In 1944, a tailor named Sy Devore moved to Los Angeles from New York to open a 900-square-foot shop at the glamorous intersection of Sunset Boulevard and Vine Street, in Hollywood. The shop, which sold handmade custom suits, was next to Wallichs Music City and down the street from the world-famous Brown Derby restaurant.
Just five years later, Devore was nearly as famous as the legends he dressed: John Wayne, Bing Crosby, Spencer Tracy, Jackie Gleason, Peter Lawford, Joey Bishop, Nat King Cole, President John F. Kennedy, and Sammy Davis Jr.—who once ordered 84 suits for $30,000.
Devore’s threads made those cats the epitome of 1960s cool. There were sharkskin suits lined in paisley silk, sports coats, pastel sweaters, skinny ties, dress shirts, and trousers with big belt loops, all finished with an impeccable fit.
According to Devore’s niece, Marti, jazz legend Ella Fitzgerald once purchased Devore’s private label V-neck sweaters in every color and gave them to the Count Basie Orchestra players as Christmas gifts; Elvis Presley shopped at Devore’s off the rack, picking out 20 suits at a time at $350 a pop; and comedian Jerry Lewis showed up on weekends to buy the shop’s sought-after alpaca sweaters. Devore’s is also where Sammy Davis Jr. discovered his hip signature Nehru jackets. Soon, the musician had a jacket collection so flamboyant, it would impress Liberace. By the late ’50s, Devore was so well known that Bob Hope made the famous haberdasher the brunt of a joke. “In a very good year,” he said, “I have my choice between a Rolls-Royce, a new house in Beverly Hills, or a suit from Sy Devore.”
When the Rat Pack starred in the original Ocean’s 11 film in 1960, it was Devore who designed their close-cut suits. Later, the tailor created and sold a high-collared, fine cotton shirt called the Dean Martin. It cost $8 and was so popular it was shipped around the world. Devore also made a custom shirt for Jerry Lewis, but that exact design was never duplicated for anyone else. (He costumed Lewis-helmed films including The Disorderly Orderly and The Geisha Boy.)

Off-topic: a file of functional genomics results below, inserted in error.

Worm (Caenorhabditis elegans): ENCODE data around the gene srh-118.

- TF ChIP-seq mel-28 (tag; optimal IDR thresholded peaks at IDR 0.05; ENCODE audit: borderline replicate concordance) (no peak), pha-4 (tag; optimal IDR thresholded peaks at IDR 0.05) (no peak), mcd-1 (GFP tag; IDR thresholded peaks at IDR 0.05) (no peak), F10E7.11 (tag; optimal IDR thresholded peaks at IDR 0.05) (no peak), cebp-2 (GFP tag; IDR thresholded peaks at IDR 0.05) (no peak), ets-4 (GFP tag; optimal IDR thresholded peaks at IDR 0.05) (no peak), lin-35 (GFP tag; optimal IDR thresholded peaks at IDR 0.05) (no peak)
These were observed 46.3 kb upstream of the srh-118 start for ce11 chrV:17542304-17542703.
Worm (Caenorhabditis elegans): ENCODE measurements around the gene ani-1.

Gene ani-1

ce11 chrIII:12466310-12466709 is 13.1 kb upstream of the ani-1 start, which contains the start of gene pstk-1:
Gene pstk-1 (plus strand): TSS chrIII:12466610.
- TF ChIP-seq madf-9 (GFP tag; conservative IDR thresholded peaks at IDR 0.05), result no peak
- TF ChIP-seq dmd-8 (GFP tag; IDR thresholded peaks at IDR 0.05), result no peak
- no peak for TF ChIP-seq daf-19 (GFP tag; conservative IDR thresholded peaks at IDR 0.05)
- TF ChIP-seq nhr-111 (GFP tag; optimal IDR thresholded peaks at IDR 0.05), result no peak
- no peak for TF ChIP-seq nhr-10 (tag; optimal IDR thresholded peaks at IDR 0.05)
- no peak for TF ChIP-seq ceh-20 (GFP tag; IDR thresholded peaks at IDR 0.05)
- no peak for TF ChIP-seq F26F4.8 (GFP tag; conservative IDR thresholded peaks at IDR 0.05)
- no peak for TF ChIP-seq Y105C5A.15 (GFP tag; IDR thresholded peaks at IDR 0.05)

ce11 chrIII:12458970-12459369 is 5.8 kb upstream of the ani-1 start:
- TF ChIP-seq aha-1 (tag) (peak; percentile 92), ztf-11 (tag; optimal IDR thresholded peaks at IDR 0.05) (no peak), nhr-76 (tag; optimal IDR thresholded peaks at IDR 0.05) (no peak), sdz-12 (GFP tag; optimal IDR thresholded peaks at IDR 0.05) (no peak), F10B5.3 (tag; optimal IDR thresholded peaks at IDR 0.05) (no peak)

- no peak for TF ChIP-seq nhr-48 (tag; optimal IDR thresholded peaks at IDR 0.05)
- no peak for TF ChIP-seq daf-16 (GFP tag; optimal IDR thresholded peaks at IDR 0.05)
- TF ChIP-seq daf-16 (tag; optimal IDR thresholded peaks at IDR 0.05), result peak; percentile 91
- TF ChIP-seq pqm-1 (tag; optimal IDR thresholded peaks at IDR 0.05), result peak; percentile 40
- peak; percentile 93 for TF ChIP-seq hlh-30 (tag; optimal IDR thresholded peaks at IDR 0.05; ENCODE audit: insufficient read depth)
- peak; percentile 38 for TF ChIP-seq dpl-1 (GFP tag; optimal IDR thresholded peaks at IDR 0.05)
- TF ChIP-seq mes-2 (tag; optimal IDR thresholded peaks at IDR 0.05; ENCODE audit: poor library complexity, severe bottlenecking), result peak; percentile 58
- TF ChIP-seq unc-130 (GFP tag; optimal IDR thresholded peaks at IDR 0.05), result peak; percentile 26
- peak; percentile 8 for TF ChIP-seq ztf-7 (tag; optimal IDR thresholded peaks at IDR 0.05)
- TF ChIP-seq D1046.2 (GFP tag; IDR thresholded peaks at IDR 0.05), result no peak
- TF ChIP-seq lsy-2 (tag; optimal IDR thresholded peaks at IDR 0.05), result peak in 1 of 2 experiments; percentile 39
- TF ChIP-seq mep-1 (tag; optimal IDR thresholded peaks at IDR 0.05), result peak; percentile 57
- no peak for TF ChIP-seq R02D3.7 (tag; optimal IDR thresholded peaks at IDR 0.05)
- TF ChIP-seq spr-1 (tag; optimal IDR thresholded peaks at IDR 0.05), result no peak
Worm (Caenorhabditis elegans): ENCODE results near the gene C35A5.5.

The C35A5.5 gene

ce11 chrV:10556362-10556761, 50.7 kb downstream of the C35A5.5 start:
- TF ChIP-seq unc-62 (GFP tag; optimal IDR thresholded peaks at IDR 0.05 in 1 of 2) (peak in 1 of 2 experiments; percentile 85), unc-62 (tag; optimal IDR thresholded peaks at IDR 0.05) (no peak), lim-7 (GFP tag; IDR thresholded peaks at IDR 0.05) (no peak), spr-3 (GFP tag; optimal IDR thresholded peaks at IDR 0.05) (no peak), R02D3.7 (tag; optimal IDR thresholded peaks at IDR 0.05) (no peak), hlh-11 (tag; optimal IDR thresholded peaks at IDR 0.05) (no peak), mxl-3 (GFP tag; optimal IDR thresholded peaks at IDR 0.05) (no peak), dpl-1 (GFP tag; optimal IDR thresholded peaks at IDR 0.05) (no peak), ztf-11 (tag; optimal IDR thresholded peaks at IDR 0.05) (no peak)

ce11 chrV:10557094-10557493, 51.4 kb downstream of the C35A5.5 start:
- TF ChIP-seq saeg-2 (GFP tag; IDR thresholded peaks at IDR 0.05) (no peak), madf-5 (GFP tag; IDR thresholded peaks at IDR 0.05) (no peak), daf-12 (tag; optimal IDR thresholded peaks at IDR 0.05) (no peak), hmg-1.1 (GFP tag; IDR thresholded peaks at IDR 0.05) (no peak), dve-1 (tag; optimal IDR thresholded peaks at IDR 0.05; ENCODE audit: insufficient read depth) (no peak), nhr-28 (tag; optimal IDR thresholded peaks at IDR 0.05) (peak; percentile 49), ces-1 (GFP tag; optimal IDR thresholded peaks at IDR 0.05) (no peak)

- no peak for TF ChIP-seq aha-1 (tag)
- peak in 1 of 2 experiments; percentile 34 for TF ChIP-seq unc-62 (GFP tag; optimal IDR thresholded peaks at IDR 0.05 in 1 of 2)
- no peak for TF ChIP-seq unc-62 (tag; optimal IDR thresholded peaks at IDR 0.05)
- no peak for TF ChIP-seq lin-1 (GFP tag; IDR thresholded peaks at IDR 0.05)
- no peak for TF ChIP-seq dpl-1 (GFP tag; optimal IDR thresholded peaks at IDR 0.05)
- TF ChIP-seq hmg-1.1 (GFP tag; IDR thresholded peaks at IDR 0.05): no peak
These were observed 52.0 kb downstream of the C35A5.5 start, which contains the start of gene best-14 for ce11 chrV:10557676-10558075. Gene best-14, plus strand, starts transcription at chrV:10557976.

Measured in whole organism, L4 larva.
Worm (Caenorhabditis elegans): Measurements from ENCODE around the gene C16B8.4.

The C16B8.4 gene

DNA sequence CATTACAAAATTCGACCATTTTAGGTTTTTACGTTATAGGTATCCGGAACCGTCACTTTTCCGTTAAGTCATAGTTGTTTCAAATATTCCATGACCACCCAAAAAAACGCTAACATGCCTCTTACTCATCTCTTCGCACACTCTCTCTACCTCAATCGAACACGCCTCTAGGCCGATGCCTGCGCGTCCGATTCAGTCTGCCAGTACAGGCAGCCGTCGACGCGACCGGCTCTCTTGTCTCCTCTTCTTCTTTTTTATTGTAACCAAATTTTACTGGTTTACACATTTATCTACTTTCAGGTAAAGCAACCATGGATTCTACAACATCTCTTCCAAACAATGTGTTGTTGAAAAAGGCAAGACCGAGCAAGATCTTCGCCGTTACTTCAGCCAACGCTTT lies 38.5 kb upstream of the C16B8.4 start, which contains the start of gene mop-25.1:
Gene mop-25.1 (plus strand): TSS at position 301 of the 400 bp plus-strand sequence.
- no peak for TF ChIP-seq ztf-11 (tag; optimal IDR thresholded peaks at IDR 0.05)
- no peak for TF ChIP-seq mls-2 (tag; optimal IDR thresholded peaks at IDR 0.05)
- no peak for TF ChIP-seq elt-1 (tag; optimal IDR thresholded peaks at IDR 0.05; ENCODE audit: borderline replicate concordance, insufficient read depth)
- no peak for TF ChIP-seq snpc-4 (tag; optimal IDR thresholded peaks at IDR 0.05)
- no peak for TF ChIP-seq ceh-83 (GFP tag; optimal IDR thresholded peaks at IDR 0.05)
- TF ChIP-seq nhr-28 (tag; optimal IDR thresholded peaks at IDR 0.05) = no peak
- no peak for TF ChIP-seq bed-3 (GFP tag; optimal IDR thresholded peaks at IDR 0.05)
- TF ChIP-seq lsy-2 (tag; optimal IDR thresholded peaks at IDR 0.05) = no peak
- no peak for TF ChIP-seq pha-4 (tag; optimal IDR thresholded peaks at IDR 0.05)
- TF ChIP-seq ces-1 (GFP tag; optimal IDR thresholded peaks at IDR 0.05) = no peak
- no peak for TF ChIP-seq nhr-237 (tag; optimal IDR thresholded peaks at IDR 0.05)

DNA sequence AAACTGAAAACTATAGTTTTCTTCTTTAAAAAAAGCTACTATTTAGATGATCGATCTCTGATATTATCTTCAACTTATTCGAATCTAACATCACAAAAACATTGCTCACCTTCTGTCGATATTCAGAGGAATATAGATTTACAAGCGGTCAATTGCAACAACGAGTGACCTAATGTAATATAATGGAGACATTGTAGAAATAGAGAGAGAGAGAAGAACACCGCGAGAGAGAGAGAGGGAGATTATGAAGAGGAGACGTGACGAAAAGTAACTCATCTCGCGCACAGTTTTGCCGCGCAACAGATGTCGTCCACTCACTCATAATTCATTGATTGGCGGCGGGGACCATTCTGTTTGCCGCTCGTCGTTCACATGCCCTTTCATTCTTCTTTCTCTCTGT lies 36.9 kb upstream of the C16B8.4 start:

When the Martini-gulping Rebel Rousers started to play Las Vegas, they convinced Devore to open a second outpost in the now defunct Sands Hotel and Casino. He opened a third store in Palm Springs, where showbiz stars also had homes, in 1958. By the time he opened his fourth store, in Sherman Oaks’ Fashion Square Mall in 1962, Sy had grossed more than $1 million in sales.
It was reported that Jerry Lewis’ annual bill at Devore’s in Hollywood was in the vicinity of $100,000 in the early 1960s.
My father, singer Al Martino, also shopped for stage clothes at Devore’s. Marti would occasionally drop off Dad’s newly tailored tuxedos and ruffled shirts in custom garment bags at our house, then do the same for Jimmy Durante or Milton Berle. When Dad needed a few new casual suede jackets, he did not think twice about where to go. All requests—like when Dad and Glen Campbell ordered the same cowboy jackets together in five colors in 1969—went to his favorite tailor. Going with my dad to Devore’s shop and watching him get fitted is one of my earliest memories.
After the tailor passed away from a heart attack at age 57 in 1966, his family kept the business going. In fact, Sy Devore is still in business today; the company’s only shop is on Ventura Boulevard in Studio City. There you can see autographed endorsements from Nat King Cole, Elvis Presley, and Sammy Davis Jr. that once hung in the Hollywood location.
The 15-year-old Studio City store, which is owned by Danny Marsh, continues to deliver excellence in tailoring and has kept Devore’s legacy alive by working with celebrities and costume designers as well as designing Sy Devore label suits, shirts, and sweaters for everyday customers. So you can still pick out something swanky to celebrate Frank Sinatra’s 100th birthday this December.
Alison Martino is a writer, television producer and personality, and L.A. pop culture historian. She founded the Facebook page Vintage Los Angeles in 2010. In addition to CityThink and VLA, Martino muses on L.A’s. past and present on Twitter and Instagram